Photo ©2012 Cynthia Brackett-Vincent
In the Aurorean's most recent blog, I mentioned that I was set to attend the Frost Place Conference on Poetry and Teaching. I did so almost two months ago, in an idyllic setting (the picturesque Franconia, New Hampshire 1915–1920 homestead of Robert Frost). You can visit the Frost Place website at: http://www.frostplace.org/
Little did I know where that would lead. The Conference was led by Baron Wormser, former Poet Laureate of Maine, and Dawn Potter, poetess extraordinaire. For more information on Baron, visit http://www.teachpoetry.com/bio.html and for more on Dawn, see http://dlpotter.blogspot.com/p/biography.html
Both are gifted teachers. I'd had the opportunity to workshop poems with Baron prior to attending the Conference. What struck me most was his generous spirit, and his ability to direct a workshop in a gentle manner. I would use the words "conduct" and "lead" to describe his process. Often in a workshop setting, the word "critique" would be used. ("Critique" and "cringe" are close neighbors.)
Dawn has been published in the Aurorean (and in our new reprint anthology; see below); we have nominated her work for the Pushcart Prize, and I've been fortunate to hear her read her own poetry. I'm also acquainted with Dawn via social media, so I knew I would be experiencing something unique and special at the Frost Place.
One of the first things mentioned by Baron and Dawn is that poetry is an emotional gift. Secondly, it was said, it is also a director into language. And the next item mentioned was my Frost Place Great Epiphany. It was said that if people don't meet a conductior of poetry, they will never get on the (metaphorical) poetry train. Through my work with the Aurorean, I attempt to be a poetry conductor. But most people I encounter (readers/contributors) have already boarded the train. I also work with elementary students on a volunteer basis, and I feel as though I am inviting them to get on the poetry train at an early age.
The ephiphany for me is that I re-remembered what it is I want to do. I want to teach poetry—specifically, the appreciation of poetry. In my adult life, I went to college part-time for almost ten years, and finished in 2005 with a BFA in Creative Writing. I've facilitated workshops for students and adults. I began teaching poetry through the Maine Adult Education system in 2006. But I encountered a roadblock. In Maine, to become certified as an Adult Education instructor, I had to undergo a background check complete with fingerprinting (no problem), and I also had to take an exam in reading (flying colors), writing (flying colors again) and math (fail). The bottom line is: even if I had a doctorate in poetry I could not receive my Adult Education certification in Maine unless I passed the math test.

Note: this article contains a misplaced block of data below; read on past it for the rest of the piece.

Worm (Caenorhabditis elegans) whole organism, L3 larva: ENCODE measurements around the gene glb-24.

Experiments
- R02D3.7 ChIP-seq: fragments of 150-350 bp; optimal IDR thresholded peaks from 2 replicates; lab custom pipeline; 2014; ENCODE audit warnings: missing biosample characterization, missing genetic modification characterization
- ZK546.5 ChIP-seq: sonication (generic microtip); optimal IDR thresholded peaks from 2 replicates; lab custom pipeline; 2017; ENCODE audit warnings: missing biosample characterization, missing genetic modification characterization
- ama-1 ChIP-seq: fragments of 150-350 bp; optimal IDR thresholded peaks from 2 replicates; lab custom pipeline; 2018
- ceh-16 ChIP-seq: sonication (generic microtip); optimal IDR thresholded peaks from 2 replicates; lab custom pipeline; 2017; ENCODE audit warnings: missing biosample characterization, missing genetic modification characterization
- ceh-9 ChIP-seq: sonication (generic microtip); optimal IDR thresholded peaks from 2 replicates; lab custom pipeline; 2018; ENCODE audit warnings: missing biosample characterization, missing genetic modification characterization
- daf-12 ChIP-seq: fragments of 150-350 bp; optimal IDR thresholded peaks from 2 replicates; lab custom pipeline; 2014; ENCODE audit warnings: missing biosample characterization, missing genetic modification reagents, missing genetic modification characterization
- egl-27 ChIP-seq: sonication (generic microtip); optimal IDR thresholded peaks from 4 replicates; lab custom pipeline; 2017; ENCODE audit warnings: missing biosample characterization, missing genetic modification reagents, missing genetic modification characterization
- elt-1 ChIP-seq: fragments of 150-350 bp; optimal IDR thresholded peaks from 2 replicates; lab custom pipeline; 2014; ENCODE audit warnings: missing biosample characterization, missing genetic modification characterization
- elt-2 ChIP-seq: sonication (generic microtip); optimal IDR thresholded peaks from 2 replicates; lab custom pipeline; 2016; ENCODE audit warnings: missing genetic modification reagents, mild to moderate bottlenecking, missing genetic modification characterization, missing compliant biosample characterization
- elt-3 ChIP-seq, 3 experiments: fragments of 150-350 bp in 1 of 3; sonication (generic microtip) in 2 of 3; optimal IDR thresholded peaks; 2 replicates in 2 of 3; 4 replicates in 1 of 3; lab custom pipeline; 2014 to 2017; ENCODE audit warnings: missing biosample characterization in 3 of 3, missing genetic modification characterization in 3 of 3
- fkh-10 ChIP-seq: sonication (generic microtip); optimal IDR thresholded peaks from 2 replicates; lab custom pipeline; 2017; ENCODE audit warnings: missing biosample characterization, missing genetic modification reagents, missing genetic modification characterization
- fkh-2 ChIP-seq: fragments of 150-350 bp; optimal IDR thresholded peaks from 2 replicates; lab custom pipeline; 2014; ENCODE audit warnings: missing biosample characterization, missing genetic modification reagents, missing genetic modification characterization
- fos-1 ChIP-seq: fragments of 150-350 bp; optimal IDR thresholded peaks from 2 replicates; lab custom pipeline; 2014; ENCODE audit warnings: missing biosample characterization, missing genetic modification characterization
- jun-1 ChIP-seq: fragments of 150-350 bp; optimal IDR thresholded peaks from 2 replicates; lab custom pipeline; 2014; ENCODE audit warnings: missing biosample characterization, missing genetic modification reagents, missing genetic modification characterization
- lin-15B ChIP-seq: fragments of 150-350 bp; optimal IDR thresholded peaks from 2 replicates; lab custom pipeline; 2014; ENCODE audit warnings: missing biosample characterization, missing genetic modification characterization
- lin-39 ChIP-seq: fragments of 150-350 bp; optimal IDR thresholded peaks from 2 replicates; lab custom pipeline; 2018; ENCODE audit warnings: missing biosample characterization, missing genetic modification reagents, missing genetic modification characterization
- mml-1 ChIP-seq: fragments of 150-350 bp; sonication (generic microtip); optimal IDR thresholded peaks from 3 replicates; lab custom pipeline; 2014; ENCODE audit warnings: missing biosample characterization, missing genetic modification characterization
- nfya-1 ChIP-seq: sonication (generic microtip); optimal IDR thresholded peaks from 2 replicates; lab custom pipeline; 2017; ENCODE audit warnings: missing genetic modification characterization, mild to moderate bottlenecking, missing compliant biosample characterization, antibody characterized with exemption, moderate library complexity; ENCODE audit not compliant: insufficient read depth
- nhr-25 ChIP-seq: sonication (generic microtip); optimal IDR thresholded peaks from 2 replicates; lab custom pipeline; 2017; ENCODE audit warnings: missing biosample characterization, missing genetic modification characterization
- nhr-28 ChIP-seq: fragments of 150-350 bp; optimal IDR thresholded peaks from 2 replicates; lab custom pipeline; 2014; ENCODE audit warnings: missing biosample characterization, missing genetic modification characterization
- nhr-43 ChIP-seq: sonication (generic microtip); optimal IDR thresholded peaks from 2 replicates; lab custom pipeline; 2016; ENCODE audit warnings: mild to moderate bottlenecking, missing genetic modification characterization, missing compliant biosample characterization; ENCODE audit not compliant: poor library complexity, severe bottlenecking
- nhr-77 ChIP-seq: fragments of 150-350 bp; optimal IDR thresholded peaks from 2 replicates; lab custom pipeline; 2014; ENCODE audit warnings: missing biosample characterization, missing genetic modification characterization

Therefore, I gave up on receiving my certification (I'd been tortured enough by mathematics in my college career) and I taught Adult Education poetry classes uncertified (definition: for less pay than if I was certified). I did so until I got sick in 2007. After a long struggle to find the proper diagnosis (Lyme disease), then came the struggle to recover. After eighteen months of treatment, and several months after treatment, I am finally almost fully recovered. Thus, the desicion to go to the Frost Place.
So how to teach poetry to adults? Get a math tutor? Emphatically, no. Apply for a master's degree program? Yes! I am ecstatic to say I will be pursuing my MA in English/Creative Writing beginning next month. I'll kill three birds with one stone: no math necessary (!); I'll receive a more comprehensive education in English than I now have; I will be able to teach at the college level.
I will be able to hand out the invitation "All Aboard the Poetry Train!" when I am done. I want to share my enthusiasm for poetry with adults who may be at the stage I was back in 1994 when I began college at a community college and had the good luck to meet my personal poetry conductor, my English Comp II professor.
I'd encourage anyone interested in poetry and teaching to take advantage of the programs offered at the Frost Place. It was recently announced that Baron has taken on a new role, as director of Educational Outreach. Dawn will stay on as director of the Conference on Poetry and Teaching and the two will work closely together. I'd venture a guess that participants in any program at TFP come away with their own personal poetry epiphanies.
In the midst of this busy summer, we have been focused on the release (just this month) of the Aurorean's first reprint anthology, Favorites from the first fifteen years. You can read a full review here http://www.bigbangpoetry.com/2012/07/review-of-favorites-the-anthology-of-the-aurorean-journal.html. The response so far has been very positive. This special publication has been a several-months-long labor of love. It is our wish that many of the poems included will become new favorites for our readers. To order your copy, go to: http://www.encirclepub.com/store/product/favorites
As the summer winds down, keep in mind that our yearly chapbook contest deadline of 9/1 is just around the corner! See http://www.encirclepub.com/chapbookcontest for more information.
I'll see you in my travels on the poetry train.